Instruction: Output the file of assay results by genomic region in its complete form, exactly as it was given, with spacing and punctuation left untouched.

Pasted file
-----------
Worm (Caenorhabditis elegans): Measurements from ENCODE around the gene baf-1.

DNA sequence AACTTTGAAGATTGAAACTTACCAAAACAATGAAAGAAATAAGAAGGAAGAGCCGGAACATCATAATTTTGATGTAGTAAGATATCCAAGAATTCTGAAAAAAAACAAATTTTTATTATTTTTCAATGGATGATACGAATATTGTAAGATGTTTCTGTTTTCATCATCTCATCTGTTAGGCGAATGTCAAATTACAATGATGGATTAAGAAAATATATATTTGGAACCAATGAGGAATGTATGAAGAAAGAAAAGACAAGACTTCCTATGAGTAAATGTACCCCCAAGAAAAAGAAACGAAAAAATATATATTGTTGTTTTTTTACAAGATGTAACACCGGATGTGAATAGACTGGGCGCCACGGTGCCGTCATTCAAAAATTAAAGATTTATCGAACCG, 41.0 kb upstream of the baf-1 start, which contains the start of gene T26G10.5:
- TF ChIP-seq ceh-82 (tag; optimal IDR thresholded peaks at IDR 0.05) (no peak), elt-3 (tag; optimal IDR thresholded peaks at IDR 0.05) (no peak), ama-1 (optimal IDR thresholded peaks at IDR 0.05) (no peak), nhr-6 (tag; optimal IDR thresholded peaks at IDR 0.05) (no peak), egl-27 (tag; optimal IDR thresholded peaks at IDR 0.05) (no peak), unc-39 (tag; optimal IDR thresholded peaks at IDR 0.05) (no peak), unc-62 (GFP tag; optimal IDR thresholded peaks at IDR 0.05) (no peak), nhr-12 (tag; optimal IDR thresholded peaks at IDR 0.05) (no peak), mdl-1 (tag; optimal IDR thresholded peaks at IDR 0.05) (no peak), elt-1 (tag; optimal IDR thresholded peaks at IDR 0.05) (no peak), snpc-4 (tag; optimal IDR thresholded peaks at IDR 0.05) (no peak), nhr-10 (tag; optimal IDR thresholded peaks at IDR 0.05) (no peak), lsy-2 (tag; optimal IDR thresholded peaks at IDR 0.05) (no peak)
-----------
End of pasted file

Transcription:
Worm (Caenorhabditis elegans): Measurements from ENCODE around the gene baf-1.

DNA sequence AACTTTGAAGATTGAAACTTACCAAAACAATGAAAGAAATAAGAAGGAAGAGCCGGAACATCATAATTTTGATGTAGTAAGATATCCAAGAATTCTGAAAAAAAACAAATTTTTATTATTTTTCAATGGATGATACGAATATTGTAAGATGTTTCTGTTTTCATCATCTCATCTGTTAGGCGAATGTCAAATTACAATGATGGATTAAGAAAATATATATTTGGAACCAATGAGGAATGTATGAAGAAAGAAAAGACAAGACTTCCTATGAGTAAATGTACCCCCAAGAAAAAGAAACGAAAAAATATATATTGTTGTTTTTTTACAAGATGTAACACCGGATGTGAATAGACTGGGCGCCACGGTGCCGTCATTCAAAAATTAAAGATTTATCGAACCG, 41.0 kb upstream of the baf-1 start, which contains the start of gene T26G10.5:
- TF ChIP-seq ceh-82 (tag; optimal IDR thresholded peaks at IDR 0.05) (no peak), elt-3 (tag; optimal IDR thresholded peaks at IDR 0.05) (no peak), ama-1 (optimal IDR thresholded peaks at IDR 0.05) (no peak), nhr-6 (tag; optimal IDR thresholded peaks at IDR 0.05) (no peak), egl-27 (tag; optimal IDR thresholded peaks at IDR 0.05) (no peak), unc-39 (tag; optimal IDR thresholded peaks at IDR 0.05) (no peak), unc-62 (GFP tag; optimal IDR thresholded peaks at IDR 0.05) (no peak), nhr-12 (tag; optimal IDR thresholded peaks at IDR 0.05) (no peak), mdl-1 (tag; optimal IDR thresholded peaks at IDR 0.05) (no peak), elt-1 (tag; optimal IDR thresholded peaks at IDR 0.05) (no peak), snpc-4 (tag; optimal IDR thresholded peaks at IDR 0.05) (no peak), nhr-10 (tag; optimal IDR thresholded peaks at IDR 0.05) (no peak), lsy-2 (tag; optimal IDR thresholded peaks at IDR 0.05) (no peak)